An untenured philosopher, who asked that I not use her name, writes:
I just participated in your recent poll about the APA and voted "Definitely"; this may be of little interest but I'm writing because I belong to a group that the identity politics folks describe as a 'triple minority’: 'queer'; 'person of colour'; woman (scare quotes because I dislike those labels). I should, then, be all for these measures designed to include and promote people like me. I'm not, though, because I feel quite included and promoted enough qua the only identity I care to adopt: philosopher. And if I don’t, it’s as someone whose primary interests lie in ancient Greek philosophy and not as a ‘WOC’ (or ‘QWOC’ or whatever absurd acronym best captures my demographic).
I'm not even sure what it means to "Publish more papers of interest to under-represented groups in philosophy" -- do 'under-represented groups' have special philosophical interests? Will it be assumed that people like me are more interested in, say, standpoint epistemology than in Platonic metaphysics?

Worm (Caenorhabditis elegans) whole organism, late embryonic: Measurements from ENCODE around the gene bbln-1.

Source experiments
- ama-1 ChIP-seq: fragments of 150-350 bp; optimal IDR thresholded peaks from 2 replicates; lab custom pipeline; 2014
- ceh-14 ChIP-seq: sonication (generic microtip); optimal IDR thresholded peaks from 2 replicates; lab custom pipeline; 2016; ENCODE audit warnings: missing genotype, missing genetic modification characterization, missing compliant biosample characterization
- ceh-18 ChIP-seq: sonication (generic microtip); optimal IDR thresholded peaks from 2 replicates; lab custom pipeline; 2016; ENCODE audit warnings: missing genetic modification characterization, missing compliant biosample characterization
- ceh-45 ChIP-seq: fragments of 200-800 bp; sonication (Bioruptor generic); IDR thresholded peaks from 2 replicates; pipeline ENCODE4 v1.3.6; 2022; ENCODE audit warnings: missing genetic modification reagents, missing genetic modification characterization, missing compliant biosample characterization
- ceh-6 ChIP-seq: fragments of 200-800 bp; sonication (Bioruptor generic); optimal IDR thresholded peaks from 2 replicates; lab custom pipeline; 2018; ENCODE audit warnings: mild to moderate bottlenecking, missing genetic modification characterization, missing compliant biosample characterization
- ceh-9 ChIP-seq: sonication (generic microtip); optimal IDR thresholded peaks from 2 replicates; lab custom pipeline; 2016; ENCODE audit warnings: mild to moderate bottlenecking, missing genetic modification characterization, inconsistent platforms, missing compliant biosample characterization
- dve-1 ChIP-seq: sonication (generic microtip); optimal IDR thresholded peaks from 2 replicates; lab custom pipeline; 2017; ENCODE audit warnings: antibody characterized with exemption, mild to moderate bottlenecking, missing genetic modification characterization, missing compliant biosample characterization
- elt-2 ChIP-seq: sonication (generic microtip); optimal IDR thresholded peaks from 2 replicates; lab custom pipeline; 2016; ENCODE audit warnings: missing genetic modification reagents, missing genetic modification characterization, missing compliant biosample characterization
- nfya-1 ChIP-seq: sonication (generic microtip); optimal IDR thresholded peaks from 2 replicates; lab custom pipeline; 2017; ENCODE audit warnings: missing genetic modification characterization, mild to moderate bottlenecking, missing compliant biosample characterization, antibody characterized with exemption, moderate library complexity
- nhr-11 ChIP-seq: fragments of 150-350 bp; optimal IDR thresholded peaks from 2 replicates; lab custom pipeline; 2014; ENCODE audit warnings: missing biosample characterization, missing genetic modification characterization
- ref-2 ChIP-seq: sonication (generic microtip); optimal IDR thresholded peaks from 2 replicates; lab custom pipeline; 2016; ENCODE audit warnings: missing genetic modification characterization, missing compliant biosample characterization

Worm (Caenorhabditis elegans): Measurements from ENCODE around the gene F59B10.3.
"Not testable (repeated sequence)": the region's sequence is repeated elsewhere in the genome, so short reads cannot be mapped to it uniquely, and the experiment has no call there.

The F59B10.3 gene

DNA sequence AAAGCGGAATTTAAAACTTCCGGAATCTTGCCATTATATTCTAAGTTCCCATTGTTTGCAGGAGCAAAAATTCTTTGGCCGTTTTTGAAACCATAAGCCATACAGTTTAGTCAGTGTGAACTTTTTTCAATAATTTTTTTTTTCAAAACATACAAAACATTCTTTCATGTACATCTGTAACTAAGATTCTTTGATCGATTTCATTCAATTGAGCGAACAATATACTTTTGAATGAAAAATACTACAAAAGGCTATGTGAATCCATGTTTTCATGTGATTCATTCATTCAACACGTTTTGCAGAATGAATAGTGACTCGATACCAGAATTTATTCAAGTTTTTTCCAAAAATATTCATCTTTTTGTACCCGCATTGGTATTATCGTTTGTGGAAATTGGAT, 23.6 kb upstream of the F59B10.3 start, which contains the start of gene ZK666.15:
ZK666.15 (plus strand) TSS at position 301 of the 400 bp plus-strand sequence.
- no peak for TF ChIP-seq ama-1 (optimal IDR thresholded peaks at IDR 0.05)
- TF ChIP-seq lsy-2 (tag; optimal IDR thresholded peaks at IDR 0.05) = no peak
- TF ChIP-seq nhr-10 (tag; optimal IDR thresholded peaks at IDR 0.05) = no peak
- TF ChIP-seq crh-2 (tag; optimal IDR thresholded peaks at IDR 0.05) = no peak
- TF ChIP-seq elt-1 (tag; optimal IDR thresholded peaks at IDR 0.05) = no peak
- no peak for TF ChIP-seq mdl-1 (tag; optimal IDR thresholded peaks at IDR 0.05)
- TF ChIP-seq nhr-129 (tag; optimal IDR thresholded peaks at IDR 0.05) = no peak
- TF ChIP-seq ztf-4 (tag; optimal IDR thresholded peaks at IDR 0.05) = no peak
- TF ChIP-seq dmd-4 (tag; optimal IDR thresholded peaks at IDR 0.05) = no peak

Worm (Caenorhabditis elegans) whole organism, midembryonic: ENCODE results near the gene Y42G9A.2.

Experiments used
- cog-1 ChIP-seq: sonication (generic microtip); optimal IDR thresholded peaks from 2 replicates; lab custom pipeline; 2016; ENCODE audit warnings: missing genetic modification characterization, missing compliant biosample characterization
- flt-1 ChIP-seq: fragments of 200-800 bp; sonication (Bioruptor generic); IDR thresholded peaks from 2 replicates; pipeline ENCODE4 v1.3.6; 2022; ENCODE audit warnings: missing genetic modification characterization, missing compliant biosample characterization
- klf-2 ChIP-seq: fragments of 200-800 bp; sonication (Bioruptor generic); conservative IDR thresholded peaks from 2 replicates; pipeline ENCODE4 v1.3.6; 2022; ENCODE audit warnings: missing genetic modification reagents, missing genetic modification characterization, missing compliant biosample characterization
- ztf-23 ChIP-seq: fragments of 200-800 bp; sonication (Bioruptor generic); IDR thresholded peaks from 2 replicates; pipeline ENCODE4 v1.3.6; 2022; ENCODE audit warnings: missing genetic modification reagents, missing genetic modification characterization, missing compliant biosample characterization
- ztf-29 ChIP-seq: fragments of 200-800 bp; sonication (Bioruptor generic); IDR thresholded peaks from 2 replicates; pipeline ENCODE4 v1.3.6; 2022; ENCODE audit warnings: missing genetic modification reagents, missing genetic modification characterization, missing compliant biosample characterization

While I wouldn't dare put my name to any of these thoughts (since I don't have tenure and the times are what they are) I'm truly disturbed by these proposals formulated to help groups under-represented along the lines of sex/orientation/race/etc. I find the suggestions in the most recent APA blog post scary and, frankly, stupid as a philosopher and condescending as a member of various ‘under-represented’ groups.
Sorry for this rather rambling email, but I also just wanted to write and thank you -- I've been reading your blog since I was a first-year undergrad a dozen years ago and I'm always grateful to read (the ever-decreasing) voices of sanity in this profession.